- Choose your company. Who would you like to spend this day with? Don’t assume that the BEST company is those with whom you have always spent that day. You may feel more comfortable with someone who has been in your shoes.
- DO NOT wait for someone to remember. Your grief easily slips out of mind even with your closest friends and family. Take the initiative to call them and suggest you get together. Start dropping little reminders when the dread of the day’s approach first starts to trouble you. Cash in those “if there’s anything I can do” offers. Be specific. Say you need someone to drive you to the cemetery, take you to lunch, or provide a shoulder to cry on.
- Many find that some kind of ritual can help. A memorial service, the lighting of a memorial candle or a mass said for the deceased can not only mark the day, but also be symbolic of your survival and determination. I recall one lady who after a year of holding on to her husband’s ashes, used the anniversary occasion for a committal of the remains, symbolizing for her a readiness to move into the future.
- Do whatever would be meaningful for YOU. On a birthday, why not do something to celebrate the person’s LIFE as well as commemorate their death. Maybe an activity that you would have enjoyed together. Or write a new obituary which would contain all the memories you have of the person, their physical appearance, idiosyncrasies and qualities that were important.
- If you have regrets over unfinished business, words that were left unsaid or some unresolved quarrel, consider saying what you need and want to say in a letter to the deceased, or by expressing them to a trusted friend or counsellor.
- Claim your memories. “Memories give us the power to gather roses in winter.” Get out the photograph albums, scrapbooks, love letters and line up all the gifts and souvenirs you cherish. Call to mind the joys AND the struggles that shaped this interrupted relationship. Doing this can be painful at first, but memories have a wonderful way of softening as we work with them, and you will be left with a warm glow of thankfulness that while you grieve what you have lost, you are thankful for all you had.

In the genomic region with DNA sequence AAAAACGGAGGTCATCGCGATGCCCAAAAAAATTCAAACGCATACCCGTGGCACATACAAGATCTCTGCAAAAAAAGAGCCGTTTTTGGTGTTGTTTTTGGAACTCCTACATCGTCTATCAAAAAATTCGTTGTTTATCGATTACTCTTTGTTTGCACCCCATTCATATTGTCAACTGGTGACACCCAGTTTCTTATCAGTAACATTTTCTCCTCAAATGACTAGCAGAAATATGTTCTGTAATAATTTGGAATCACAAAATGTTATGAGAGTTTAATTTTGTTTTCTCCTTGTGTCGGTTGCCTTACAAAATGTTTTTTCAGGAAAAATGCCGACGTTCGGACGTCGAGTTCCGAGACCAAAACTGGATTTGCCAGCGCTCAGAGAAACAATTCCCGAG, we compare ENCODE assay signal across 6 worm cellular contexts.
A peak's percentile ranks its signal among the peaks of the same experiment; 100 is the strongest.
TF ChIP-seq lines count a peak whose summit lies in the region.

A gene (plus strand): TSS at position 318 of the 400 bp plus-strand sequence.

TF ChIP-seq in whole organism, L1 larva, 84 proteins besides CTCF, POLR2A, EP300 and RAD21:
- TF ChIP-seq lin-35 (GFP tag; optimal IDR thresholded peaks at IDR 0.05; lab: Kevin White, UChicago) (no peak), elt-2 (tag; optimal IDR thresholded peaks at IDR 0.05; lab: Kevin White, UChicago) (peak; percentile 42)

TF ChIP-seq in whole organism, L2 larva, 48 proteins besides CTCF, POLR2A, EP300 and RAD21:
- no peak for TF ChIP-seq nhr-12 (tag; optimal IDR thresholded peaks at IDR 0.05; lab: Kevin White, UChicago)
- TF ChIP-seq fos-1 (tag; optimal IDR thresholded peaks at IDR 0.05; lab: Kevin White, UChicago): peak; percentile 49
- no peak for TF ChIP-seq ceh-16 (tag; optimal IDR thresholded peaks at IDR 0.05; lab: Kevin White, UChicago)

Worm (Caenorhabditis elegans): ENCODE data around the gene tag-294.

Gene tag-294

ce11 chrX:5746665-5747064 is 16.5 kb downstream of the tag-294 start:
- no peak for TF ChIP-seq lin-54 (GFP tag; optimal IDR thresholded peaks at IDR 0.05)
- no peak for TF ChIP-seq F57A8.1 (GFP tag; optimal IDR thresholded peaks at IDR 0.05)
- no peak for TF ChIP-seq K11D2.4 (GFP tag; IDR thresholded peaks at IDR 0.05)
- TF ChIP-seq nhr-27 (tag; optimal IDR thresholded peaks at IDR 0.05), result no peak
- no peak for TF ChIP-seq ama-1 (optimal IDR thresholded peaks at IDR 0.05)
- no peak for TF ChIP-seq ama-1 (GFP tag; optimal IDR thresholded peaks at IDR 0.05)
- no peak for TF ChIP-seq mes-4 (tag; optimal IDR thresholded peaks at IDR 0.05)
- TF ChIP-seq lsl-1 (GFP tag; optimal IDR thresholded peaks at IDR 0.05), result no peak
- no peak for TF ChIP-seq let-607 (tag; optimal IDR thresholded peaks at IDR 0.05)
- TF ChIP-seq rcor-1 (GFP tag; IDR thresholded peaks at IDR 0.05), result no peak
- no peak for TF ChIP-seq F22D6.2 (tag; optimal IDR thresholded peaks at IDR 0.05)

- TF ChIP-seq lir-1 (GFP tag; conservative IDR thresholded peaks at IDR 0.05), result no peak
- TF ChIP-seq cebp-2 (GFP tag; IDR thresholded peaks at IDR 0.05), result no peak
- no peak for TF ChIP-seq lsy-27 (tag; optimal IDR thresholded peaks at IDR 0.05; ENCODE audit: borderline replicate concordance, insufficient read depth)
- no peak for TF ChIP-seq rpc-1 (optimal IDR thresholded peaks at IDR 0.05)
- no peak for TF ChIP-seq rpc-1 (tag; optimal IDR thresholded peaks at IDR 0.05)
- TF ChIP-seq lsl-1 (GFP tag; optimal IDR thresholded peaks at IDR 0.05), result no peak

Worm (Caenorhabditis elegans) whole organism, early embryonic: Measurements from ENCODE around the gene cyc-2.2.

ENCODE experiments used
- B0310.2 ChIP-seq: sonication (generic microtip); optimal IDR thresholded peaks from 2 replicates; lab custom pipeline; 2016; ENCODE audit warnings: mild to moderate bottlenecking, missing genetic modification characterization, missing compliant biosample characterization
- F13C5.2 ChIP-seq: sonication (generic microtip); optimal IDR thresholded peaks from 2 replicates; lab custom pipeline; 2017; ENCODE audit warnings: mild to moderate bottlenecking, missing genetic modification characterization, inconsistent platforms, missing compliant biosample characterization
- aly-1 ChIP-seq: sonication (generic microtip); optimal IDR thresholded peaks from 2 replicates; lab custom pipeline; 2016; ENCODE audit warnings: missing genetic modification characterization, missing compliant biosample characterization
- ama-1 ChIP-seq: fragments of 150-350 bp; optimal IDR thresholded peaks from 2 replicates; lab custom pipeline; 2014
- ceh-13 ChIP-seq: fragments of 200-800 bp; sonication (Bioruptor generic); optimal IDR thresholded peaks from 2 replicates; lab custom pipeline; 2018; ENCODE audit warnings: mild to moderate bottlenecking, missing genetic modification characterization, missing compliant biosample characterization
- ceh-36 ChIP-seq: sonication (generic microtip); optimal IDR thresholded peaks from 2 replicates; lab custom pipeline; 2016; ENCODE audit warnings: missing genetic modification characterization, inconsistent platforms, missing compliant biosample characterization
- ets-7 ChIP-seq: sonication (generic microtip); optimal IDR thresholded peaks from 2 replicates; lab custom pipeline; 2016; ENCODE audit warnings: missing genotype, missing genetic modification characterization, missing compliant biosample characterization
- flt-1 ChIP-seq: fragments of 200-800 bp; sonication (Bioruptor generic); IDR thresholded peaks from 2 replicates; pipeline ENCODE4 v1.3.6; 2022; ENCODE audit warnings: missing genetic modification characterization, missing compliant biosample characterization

- Perhaps you could also re-read the cards and notes you received and the visitors book from the funeral. These will remind you that in the most difficult days of your life, you were not alone, and that the people who cared then still care now, even though they may not be as vocal or forthcoming.
- Take time to look forward. While you grieve for the past, celebrate TODAY’S joys. Count the blessings you have, and the people who are still or have become a part of your life. Are there any of THOSE relationships that could use some attention, or things that could be said and expressed.
- Think big. Plan one thing you would like for the future, whether a vacation, redecorating the house, or a change of job or scene. But also think small. Do something for today. Plan a lunch; get that book you’ve been meaning to read; rearrange the living room furniture; clean out a closet; go for a walk or take in a movie. Something YOU would like to do FOR you.
Anniversaries serve as an opportunity to take stock; to see where the river of time and circumstance has led; to review some lessons and plan what is ahead. And if nothing else, they serve to remind us that we have made it thus far, and that in itself is worth celebrating.